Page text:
The complete guide to scheduling a doctor’s appointment ASAP

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Whether you just got off your parents’ insurance or are simply trying to navigate the post-pandemic world of medicine, booking a doctor’s appointment right now is anything but simple.

“After things start to open back up, going to your doctor will be a different experience,” ophthalmologist Dr. Yuna Rapoport says. “Doctors will be limiting the number of patients sitting in a waiting room, and there may be a paradigm in place to check your temperature/symptoms before you are allowed in.”

This, of course, may result in fewer time availabilities and may even limit who you’re allowed to bring with you to an appointment. Because of this, it’s incredibly important that you know how to be your own best advocate in regards to your health. That’s why we’re going to walk you through everything you need to know about getting your doctor’s appointments in order.


How do I find the right doctor for me?

This mainly comes down to your health insurance, but location and availability also play a role. Fortunately, there are online companies like Zocdoc that list doctors and specialists in your area that can be filtered by insurance type, location, and dates and times available.


How much does it cost to make a doctor’s appointment?

Again, this all comes down to your insurance. But before you make a doctor’s appointment, it’s always a good idea to make sure your health insurance is accepted and up to date. You can find this out by looking at your insurance card and comparing your coverage to the doctors you’re thinking about visiting.

If your insurance isn’t current or accepted, it can result in extremely pricey appointments because you’ll have to pay for everything out of pocket as opposed to only having to pay the copay or any deductible you might have.

To avoid having to shell out major cash for a routine doctor’s appointment, board-certified OB-GYN Dr. Lucky Sekhon says to call the doctor’s office you’re hoping to visit or scroll through their website to ensure that they take your insurance. “Due to the pandemic, most insurance companies are providing coverage for telemedicine visits the same way they would for a traditional in-person visit,” she notes. “It is always a good idea to call in advance to confirm this before the visit starts.”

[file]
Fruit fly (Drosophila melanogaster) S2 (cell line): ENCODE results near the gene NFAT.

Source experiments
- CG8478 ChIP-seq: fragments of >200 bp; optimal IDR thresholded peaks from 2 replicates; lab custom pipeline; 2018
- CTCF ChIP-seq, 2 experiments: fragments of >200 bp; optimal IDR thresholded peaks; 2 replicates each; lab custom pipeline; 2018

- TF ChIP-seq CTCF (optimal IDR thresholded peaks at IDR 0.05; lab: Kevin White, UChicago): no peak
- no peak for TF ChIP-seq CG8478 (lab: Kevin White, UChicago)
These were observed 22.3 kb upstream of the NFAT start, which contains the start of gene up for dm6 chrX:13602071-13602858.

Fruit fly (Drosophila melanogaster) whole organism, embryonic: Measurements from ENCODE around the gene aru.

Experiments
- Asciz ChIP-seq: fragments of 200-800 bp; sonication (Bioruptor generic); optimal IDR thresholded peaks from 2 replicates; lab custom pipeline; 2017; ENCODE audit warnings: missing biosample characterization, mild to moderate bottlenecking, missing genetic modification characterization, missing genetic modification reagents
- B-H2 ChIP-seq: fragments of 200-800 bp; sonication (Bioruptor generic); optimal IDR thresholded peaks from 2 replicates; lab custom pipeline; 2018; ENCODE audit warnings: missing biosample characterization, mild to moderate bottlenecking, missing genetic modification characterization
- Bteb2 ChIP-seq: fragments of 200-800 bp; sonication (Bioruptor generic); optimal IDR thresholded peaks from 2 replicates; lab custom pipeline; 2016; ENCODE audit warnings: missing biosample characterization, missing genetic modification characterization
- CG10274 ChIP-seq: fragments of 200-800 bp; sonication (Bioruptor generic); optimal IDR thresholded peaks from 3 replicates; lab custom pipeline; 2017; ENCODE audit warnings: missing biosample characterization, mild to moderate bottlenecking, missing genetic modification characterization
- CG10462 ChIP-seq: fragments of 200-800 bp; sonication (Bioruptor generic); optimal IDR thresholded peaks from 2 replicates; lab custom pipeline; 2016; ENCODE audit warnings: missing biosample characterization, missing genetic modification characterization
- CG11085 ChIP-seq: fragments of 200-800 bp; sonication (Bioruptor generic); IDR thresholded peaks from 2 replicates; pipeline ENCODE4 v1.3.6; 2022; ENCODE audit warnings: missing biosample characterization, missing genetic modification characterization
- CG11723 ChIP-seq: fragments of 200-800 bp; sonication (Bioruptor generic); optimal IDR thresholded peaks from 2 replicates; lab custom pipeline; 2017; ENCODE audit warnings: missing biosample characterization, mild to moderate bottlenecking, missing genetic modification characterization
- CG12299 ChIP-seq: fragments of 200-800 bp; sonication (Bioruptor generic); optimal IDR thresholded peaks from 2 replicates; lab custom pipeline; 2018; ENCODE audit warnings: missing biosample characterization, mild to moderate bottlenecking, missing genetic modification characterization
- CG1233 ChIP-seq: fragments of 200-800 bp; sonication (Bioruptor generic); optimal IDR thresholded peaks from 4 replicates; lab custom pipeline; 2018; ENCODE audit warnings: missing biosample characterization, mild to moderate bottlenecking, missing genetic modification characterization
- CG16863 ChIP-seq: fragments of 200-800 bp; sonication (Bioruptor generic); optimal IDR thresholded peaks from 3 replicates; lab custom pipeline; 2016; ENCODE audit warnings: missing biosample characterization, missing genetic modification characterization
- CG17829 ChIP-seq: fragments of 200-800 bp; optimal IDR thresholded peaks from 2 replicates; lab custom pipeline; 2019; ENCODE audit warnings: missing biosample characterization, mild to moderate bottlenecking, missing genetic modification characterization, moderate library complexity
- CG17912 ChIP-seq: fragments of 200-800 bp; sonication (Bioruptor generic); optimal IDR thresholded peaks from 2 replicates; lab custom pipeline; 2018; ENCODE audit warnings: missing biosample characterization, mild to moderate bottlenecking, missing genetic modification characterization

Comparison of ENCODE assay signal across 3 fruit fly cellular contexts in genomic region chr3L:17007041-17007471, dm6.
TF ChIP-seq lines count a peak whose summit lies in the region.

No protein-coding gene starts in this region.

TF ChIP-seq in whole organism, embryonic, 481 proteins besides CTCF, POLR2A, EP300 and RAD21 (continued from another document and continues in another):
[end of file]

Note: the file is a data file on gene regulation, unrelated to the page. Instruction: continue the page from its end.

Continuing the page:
Additionally, board-certified dermatologist Dr. Marisa K. Garshick says to call your insurance provider. “Unfortunately, your doctor will not know all of the details about what your plan covers as there are many plans, all with very different policies,” she explains. “It’s especially important for you to know if you have a high deductible or not. This can confuse patients as they may be responsible for some payments even if something is submitted through their insurance.”


How do I make a doctor’s appointment?

While you can absolutely book an appointment by picking up your phone and dialing the office the old-fashioned way, internal medicine concierge doctor Dr. Ehsan Ali says that many doctors have websites so that you can easily make appointments online.



What forms should I bring to the appointment?

While getting your doctor and health insurance situated might make you feel like you have all your ducks in a row, you should be sure to bring all the below documents, especially if you’re going to their practice for the first time.

  • Current picture ID
  • Current insurance card
  • List of current and past medications
  • List of any allergies
  • List of medical and surgical history
  • List of social history (especially for OB-GYN appointments)
  • Family history
  • Photos of any glaring issues (like rashes or bumps)
  • Name and phone number of your local pharmacy

While many doctor’s offices are quite tech-savvy these days, not all have portals or apps to allow you to fill out patient paperwork ahead of time. “If they don’t ask you to fill out a form about your medical information prior, your doctor will likely ask you questions about your medical history, so it’s important to have a list of medications on hand as well as any information regarding your family medical history (if any),” explains oculoplastic surgeon Dr. Bruce Moskowitz of Specialty Aesthetic Surgery.